Rowand's throw was terrific and a perfect example of why the Phillies dealt for him: he tough, hard-nosed defense. Renteria's error sums up something I said in my season-preview: the Braves defense is much, much worse than it was last year when Furcal played short. Rowand's aggressive play in the outfield and Renteria's sub-par play could be the factors that tip the balance to the Phillies favor this year. Stay tuned.
I don't think Rowand has played up to his defensive reputation so far this season and I really hope you're wrong about Abreu being dealt. As pointed out on his blog by Stephen Miller of the Morning Call, the Braves' 3b coach made an awful decision sending a slow catcher home on that play. Rowand has misplayed a few balls in cf so far, and while I'm encouraged by his offense so far, I don't know that he will be the amazing run-saving upgrade that many expect him to be.
As for Abreu, give credit where it's due - he had a nice defensive game last night, got his uniform dirty and demonstrated his value by working a walk after falling behind 0-2, then scoring on Utley's sac fly after helping Burrell get a single instead of a GIDP. I like Burrell and have pretty much echoed your opinion of him. Again, good to have you back.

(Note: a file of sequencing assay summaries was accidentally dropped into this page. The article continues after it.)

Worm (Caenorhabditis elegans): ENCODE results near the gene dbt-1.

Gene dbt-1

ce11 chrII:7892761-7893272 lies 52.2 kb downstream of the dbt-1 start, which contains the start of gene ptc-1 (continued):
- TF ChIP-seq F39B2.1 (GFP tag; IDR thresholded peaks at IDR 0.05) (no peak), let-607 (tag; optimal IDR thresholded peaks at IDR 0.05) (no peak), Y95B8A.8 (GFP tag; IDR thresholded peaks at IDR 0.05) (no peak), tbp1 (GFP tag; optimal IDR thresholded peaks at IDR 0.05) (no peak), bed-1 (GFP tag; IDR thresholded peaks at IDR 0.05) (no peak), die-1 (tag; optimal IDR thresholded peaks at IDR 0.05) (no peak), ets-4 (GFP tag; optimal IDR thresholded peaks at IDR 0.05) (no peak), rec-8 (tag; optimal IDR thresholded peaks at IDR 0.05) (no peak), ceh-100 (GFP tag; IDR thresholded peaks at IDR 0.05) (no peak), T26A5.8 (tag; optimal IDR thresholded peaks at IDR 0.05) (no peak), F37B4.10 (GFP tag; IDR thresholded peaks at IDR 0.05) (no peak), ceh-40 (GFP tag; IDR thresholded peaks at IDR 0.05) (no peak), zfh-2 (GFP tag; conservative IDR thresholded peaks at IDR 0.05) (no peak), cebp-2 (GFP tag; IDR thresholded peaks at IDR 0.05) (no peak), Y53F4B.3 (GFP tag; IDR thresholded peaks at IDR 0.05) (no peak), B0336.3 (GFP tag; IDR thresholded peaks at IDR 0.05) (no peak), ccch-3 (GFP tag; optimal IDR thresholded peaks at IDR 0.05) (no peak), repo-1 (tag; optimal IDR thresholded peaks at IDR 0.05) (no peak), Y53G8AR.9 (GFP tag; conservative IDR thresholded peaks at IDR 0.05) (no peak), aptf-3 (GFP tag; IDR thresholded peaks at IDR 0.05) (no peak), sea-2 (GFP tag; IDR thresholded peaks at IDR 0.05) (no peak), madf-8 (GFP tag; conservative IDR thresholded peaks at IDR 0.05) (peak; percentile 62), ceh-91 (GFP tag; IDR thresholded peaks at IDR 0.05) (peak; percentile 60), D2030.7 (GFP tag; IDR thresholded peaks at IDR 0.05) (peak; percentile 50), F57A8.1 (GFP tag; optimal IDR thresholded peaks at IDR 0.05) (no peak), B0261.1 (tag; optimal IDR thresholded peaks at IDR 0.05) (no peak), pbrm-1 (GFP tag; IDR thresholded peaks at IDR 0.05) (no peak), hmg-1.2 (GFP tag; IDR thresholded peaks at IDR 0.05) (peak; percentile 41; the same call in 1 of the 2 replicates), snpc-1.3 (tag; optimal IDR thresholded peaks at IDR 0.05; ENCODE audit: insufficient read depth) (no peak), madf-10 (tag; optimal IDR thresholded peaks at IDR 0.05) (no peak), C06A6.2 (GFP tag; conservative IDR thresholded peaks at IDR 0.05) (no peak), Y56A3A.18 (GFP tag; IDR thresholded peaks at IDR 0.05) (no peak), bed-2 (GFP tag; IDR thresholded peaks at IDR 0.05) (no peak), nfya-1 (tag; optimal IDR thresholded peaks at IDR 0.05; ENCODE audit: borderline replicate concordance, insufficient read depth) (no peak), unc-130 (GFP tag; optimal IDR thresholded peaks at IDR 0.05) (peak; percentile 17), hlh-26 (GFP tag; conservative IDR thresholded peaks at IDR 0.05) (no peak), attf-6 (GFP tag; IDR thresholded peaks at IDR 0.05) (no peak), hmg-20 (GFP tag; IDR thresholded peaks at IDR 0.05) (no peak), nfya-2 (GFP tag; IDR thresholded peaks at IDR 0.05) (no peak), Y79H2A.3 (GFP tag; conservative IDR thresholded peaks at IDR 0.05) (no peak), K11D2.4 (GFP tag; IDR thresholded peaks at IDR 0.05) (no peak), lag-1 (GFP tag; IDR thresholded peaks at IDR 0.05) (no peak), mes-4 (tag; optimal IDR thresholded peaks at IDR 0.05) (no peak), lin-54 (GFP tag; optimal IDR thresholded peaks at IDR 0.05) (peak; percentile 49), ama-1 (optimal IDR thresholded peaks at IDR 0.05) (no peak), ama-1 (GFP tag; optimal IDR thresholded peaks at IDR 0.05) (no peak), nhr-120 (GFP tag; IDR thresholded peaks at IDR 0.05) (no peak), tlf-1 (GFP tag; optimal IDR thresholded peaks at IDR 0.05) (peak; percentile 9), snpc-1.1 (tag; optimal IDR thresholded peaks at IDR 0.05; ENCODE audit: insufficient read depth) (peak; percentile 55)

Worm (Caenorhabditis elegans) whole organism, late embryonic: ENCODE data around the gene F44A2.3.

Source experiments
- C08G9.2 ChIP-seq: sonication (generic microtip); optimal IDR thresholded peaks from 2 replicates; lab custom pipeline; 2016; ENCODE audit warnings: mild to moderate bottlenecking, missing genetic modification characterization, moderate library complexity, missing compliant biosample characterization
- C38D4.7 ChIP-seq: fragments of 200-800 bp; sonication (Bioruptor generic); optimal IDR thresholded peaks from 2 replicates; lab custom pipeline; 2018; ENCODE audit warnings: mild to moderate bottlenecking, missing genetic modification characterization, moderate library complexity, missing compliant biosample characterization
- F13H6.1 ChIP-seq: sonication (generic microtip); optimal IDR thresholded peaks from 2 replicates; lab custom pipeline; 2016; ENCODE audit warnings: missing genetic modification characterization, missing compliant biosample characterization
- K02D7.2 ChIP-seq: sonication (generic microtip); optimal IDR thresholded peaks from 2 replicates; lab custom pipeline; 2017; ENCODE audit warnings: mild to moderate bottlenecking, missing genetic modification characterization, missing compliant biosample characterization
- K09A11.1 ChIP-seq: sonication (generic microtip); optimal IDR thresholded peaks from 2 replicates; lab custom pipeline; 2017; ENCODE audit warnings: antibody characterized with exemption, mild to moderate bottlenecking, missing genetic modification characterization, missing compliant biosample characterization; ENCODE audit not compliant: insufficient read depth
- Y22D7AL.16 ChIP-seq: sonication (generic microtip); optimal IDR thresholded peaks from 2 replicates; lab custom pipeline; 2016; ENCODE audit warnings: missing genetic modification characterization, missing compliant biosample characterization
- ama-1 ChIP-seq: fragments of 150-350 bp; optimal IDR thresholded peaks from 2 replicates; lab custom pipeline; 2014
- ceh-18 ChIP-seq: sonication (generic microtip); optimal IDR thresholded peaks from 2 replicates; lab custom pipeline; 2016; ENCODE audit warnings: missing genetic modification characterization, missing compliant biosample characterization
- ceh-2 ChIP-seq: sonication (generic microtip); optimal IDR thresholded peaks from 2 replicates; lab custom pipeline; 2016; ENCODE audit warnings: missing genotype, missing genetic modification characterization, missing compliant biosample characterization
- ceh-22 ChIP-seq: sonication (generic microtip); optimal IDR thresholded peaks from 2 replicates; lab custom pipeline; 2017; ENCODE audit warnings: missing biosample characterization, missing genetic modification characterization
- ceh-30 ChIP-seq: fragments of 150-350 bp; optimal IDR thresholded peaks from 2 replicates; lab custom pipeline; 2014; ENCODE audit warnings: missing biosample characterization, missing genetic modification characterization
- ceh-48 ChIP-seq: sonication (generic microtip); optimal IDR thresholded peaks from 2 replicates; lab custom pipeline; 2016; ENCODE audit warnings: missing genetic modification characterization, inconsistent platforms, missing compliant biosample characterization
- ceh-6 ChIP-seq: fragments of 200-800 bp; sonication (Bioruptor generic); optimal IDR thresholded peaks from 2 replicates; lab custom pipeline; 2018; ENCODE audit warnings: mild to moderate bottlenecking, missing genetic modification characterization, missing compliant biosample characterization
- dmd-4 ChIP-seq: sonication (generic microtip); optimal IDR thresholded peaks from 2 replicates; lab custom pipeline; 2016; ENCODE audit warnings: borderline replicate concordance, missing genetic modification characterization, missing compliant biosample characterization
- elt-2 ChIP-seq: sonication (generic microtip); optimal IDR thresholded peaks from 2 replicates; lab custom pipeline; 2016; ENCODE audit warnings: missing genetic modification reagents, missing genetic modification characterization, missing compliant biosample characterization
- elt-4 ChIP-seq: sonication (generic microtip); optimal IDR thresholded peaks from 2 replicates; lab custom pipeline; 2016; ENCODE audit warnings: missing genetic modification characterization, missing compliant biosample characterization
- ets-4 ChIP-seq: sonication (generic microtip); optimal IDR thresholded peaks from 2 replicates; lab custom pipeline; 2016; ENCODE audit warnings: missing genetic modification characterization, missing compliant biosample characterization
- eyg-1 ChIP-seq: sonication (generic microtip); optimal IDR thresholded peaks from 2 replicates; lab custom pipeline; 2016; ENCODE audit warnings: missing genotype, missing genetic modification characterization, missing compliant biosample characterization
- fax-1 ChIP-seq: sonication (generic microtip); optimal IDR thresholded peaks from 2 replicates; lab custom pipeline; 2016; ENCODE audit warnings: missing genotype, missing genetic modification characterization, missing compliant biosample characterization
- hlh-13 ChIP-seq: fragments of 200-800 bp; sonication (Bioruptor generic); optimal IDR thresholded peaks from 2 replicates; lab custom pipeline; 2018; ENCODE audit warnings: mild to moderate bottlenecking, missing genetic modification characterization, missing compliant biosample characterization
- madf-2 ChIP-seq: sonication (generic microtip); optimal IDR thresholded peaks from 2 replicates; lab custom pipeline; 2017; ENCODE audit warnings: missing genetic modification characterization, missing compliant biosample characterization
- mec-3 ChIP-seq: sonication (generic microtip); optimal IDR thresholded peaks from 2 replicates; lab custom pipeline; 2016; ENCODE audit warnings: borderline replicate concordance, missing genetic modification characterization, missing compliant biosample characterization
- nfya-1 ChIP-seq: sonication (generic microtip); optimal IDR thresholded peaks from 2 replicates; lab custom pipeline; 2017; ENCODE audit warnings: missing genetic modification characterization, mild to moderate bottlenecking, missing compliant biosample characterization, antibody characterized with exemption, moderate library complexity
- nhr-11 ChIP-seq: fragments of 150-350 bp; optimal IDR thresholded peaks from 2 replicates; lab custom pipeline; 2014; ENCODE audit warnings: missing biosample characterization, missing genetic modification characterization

Brian @ the Philling Station
Carson @ We Should Be GM's
Guess the Braves needed a SS and they got a ton of money from the Red Sox but the fork is sticking out of Renteria's back.
You have done a good job at explaining why Burrell is back. Certainly the '03/'04 campaigns were rough, but not unlike McNabb's poor year last year, the "excuse" that someone played hurt can't be used. Burrell could have had surgery at the end of '04 and ended his season, but he played hurt. Yet he gets NO respect for that.
I don't buy the "Burrell doesn't like people comment." If you watch Burrell's report with the Left Field fans ESPECIALLY after he has hit a homer, there is a good relationship.
But ultimately, I think the problem comes back to, most fans in this town have been away from baseball for too long to understand... that the BEST players in the game... THE VERY BEST... fail 6 or 7 out of 10 times at the plate. I'll repeat. They FAIL 6 or 7 times out of every time at the plate.
EVEN if you watch EVERY game, you will see Burrell or Abreu or whover fail 400 times over the course of the year.
You isolate that down to the 10 to 15 games you might go to in a game. You might very well see them fail 30 out of 40 times.
And that's why this town booed Schmidt. That's why they WILL boo Howard. That's why they will boo Utley and the rest. Because they don't understand the game.